It follows that as such regulations would be aimed at persons about whom the Secretary of State does not know, he could also not know where they are or exactly what forms of publicity are certain to come to their notice. The first amendment would place on the Secretary of State a duty which it will be impossible for him to be sure of fulfilling, and would require him to ensure that the regulations will come to the attention of everyone affected by them. However, as he will not know who will be affected by the regulations, the most he can do is work out what methods of publicity are likely to come to the attention of persons, which is what the Bill says. He cannot realistically be obliged to ensure that everyone affected by the regulation knows about them.

Subsection (5) as drafted, therefore, goes as far as it is realistic to go. It places a duty on the Secretary of State to ensure that the regulations are likely to be known about by anyone affected by them. Amendment No. 2 goes further and it would mean that no one could be convicted of failing to comply with regulations under the clause unless the regulations had been publicised by subsection (5). However, if subsection (5) is amended as Amendment No. 1 provides, it would have the effect that no one would have to comply with the regulations unless they had been brought to the attention of everyone affected by them. That would entirely undermine the regulations. Even a person who was aware of them could not be convicted if they had not come to the notice of someone else, however hard the Secretary of State had tried to give them wide publicity among the types of persons concerned. Therefore, I am afraid that I am unable to accept the amendments.

Lord Mackay of Ardbrecknish

I thank the Minister and, although he has not accepted the amendments—not to my surprise I may say—at least he has fleshed out what the Government see as their obligations under subsection (5). I am interested that "shall arrange" and "duty" are the same and I may store that away in my mind for the future. I should have thought that "shall arrange" is a little less weighty than "duty". However, I am pleased to hear how the Government will advertise the existence of these regulations. That is certainly worth putting on record. Perhaps I should also say that I am grateful to the Minister for publishing the draft regulations, as he did on the day of Second Reading. Thus he managed to shoot at least one of my foxes, quite adequately I thought. He will be pleased to hear that I shall not be doing a great deal of changing to the regulations, because they are quite technical and complicated as, indeed, is this field. I am, therefore, satisfied that this probe has established from the Minister how he intends to publicise these matters and they seem perfectly satisfactory to me. I beg leave to withdraw the amendment.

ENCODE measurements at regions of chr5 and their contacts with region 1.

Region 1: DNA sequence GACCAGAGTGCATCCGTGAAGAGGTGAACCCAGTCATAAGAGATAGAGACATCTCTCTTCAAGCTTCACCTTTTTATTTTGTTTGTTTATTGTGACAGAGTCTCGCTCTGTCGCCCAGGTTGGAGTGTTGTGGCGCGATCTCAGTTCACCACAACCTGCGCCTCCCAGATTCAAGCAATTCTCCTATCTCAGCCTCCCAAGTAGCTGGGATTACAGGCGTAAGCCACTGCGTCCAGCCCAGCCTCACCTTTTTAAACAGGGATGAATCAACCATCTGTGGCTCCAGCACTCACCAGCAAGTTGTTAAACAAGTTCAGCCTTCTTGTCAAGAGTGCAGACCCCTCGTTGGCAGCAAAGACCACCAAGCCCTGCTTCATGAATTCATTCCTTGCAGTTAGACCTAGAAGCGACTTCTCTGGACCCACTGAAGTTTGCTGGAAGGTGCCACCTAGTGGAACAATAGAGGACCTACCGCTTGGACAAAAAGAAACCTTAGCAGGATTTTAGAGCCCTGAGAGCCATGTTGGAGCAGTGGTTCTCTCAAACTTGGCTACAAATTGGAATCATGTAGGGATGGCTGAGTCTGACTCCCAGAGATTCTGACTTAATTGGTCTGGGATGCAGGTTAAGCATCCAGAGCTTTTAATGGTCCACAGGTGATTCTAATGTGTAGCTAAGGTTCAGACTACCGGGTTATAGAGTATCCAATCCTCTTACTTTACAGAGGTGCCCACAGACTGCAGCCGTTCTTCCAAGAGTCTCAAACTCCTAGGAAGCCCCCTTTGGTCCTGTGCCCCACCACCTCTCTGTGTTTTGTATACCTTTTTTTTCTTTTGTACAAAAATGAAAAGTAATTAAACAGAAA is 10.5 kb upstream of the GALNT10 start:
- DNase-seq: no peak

Amendment, by leave, withdrawn.

[Amendment No. 2 not moved.]

Clause 3 agreed to.

Clause 4 agreed to.

Clause 5 [Rights of access etc. for Agency inspectors]

Lord Mackay of Ardbrecknish moved Amendment No. 3: Page 5, line 6, leave out ("An Agency inspector may.") and insert ("If a justice of the peace is satisfied, on information on oath, that it is reasonable and necessary in accordance with the Additional Protocol for an Agency inspector to do so, he may issue a warrant authorising an Agency inspector to,").

The noble Lord said: With this amendment I will speak to Amendments Nos. 4, 8 and 11. I raised this matter at Second Reading. The Government answered it, and I understood the answer. I am also grateful to the noble Lord, Lord McIntosh of Haringey, for his letter in explanation. However, I am still a little concerned and I have therefore put down this amendment in order to further explore the matter. I will come to what I suspect will be the Minister's answer shortly.

In this country we are keen, and no one in opposition was keener than the noble Lord, Lord McIntosh of Haringey, to ensure that officialdom cannot go charging around, entering premises and entering homes, without some form of legal authorisation. Indeed, in Clause 4 of this Bill, as I said at Second Reading, officials of the Department of Trade and Industry may search premises for documents, including entering somebody's home. Increasingly, with e-commerce and the Internet, and material of this nature, some of which will be intellectual property and not actually bits of gear, I can see that the home may well be the place where the information exists, perhaps on a computer. Therefore, entering someone's home may well be the way to make sure that the Bill, as it stands, is actually obeyed.

Under Clause 4, however, before our own "home grown" officials can do so they must go to a justice of the peace, who they must satisfy on oath that they have a good case for entering premises, including houses, and searching for documents. That is a fundamental protection which is built into most of our legal position in this country.

However, in Clause 5 the officers of the international agency can go where they like without any regard to having to go to a justice of the peace to obtain a warrant. Indeed, it seems to me that if the Secretary of State's representative does not want to bother going to a JP, all he has to do is to persuade the agency's man or woman to go with him to take the lead. He can then enter the premises without having to bother a justice of the peace.